Saturday, 18 September 2010


For this project I have been asked to create a fall figure self portrait with a difference. The difference being that I’m going to draw myself spliced with an animal that I have chosen at random.
The animal I picked at random was a Forficula Auricularia (an earwig basically).
Here is some information and images I have collected from the internet.
Forficula Auricularia, the Common earwig or European earwig, is an omnivorous insect in the family Forficulidae. The European earwig is a common household pest in North America. Though they frighten many, they are harmless but tend to take up habitation within the home. The name "earwig" comes from the rumor that these insects crawl into human ears and enter the brain, but this is false. However, there have been cases of earwigs wandering into ears by mistake. Instead, F. Auricularia is a species that nurses their young and has survived in a variety of environments.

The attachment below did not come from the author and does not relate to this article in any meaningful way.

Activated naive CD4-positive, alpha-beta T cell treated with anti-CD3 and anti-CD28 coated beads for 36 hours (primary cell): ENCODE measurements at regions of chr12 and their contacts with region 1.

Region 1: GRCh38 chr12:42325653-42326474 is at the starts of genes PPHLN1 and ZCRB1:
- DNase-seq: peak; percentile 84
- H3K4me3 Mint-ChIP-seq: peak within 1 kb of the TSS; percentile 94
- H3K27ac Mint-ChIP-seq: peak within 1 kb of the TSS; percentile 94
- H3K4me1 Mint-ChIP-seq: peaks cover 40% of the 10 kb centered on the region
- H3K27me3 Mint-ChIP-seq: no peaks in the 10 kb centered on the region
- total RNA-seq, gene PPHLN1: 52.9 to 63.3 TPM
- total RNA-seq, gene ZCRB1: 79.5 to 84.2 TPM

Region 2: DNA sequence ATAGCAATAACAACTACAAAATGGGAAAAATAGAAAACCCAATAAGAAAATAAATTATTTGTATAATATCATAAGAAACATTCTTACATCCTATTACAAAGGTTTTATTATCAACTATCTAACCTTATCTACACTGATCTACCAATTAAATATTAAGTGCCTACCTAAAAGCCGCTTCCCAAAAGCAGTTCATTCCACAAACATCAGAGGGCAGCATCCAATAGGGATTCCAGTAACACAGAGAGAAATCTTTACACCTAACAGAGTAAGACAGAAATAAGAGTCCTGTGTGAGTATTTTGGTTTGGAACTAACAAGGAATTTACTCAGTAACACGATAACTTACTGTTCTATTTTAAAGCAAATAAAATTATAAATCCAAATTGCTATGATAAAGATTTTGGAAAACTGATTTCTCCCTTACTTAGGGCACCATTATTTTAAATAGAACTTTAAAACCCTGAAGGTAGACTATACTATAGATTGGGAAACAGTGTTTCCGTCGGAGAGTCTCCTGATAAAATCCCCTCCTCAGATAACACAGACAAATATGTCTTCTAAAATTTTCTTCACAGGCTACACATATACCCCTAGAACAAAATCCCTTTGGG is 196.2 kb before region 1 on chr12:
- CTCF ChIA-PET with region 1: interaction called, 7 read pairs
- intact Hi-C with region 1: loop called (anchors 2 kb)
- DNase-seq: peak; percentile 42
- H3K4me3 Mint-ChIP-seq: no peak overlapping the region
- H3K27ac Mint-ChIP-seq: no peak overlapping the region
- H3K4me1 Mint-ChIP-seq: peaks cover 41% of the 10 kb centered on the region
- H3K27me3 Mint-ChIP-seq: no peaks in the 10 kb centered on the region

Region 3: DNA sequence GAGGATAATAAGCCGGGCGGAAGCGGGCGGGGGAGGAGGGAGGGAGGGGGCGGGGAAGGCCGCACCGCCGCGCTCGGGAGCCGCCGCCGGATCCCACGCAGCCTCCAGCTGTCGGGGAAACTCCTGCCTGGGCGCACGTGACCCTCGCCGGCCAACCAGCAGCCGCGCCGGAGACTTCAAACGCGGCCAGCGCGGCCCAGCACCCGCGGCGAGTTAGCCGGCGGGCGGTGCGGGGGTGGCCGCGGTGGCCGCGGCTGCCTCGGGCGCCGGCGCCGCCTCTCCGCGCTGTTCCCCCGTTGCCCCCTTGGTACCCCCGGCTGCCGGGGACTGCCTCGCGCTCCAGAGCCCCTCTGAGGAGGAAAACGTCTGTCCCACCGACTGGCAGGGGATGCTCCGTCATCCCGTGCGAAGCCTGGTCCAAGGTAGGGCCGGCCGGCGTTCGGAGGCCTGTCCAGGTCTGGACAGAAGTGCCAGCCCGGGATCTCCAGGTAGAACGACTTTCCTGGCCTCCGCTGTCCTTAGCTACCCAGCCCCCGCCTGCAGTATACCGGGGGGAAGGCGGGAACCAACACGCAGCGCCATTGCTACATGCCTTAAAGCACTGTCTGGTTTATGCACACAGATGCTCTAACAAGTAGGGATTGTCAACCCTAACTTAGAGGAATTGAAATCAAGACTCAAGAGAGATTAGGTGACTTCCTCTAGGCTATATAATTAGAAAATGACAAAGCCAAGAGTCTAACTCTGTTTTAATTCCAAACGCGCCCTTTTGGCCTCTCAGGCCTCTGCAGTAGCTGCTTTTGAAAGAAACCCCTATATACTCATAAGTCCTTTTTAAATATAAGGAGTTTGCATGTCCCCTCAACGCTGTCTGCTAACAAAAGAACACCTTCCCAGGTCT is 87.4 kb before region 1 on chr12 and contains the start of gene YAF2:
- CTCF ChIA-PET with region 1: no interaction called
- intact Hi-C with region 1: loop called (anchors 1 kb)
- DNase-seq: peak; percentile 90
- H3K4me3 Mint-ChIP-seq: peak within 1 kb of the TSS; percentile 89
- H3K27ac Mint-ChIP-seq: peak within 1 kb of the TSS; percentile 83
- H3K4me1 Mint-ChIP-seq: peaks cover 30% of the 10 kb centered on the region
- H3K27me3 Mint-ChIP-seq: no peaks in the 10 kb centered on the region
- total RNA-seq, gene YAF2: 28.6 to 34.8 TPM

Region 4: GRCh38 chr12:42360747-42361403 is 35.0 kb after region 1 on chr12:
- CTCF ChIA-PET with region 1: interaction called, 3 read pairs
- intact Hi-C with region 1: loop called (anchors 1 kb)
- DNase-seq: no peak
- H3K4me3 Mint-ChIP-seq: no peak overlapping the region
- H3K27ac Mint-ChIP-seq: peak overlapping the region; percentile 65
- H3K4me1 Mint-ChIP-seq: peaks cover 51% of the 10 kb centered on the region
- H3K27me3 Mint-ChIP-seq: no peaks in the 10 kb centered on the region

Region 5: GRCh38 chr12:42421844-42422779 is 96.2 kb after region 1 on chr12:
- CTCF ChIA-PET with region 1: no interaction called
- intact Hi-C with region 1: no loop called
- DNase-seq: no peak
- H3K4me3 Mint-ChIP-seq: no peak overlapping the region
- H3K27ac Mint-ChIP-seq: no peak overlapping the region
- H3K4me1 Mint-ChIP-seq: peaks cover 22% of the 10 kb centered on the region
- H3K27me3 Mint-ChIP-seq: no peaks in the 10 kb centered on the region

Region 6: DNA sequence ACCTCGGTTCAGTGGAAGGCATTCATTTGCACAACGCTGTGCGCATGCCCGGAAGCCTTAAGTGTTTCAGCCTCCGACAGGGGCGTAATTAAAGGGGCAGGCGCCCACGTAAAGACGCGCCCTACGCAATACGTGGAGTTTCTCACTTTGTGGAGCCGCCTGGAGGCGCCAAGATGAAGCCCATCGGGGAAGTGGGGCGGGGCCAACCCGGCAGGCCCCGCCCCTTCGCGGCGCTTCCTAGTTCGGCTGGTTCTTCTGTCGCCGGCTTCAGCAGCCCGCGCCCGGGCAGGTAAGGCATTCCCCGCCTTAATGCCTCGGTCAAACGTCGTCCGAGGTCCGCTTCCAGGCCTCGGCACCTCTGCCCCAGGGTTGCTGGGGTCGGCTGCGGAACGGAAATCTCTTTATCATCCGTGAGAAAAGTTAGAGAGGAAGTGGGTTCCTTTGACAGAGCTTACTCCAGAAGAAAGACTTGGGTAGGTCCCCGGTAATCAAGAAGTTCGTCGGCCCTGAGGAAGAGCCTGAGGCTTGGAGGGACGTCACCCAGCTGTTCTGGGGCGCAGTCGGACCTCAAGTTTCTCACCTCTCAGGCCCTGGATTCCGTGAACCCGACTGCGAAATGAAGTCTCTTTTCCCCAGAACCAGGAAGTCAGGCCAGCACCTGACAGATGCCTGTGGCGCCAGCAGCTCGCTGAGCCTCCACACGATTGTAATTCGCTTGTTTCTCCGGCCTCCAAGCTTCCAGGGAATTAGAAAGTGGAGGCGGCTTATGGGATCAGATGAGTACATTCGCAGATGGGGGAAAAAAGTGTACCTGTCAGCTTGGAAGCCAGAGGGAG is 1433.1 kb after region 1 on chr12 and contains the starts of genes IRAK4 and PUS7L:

I know useing Wikipedia is probably frowned upon but I just thought this information could be useful. I like the fact that the creature is harmless despite its scary appearance.
 The female lays a clutch of eggs, which she tends and grooms in order to keep it clean and safe.

The immature earwigs are basically like miniature, undeveloped versions of the parents, with wings developing gradually on the outside of the body with each molt, the number of segments in the antennae also increasing with each molt, and the forceps developing from thin rods into the characteristic shapes of the adults. The female continues to look after them after hatching (at least in the early stages).

This information interests me because I like the idea of this horrific looking bug being a caring/attentive mother (for a little while anyway). This reminds me of the Queen Alien in James Cameron’s Aliens (1986).
Images for reference

1 comment:

  1. Glad to see you have dived right in there Sam, Earwigs are a great little critter to work with, it might be a good idea to try and find some macro/ electron microscope images to see the fine details etc.

    In regards to wiki scan read it to try and get a gist then scroll down to the bibliography and use that as a jumping off point for further research.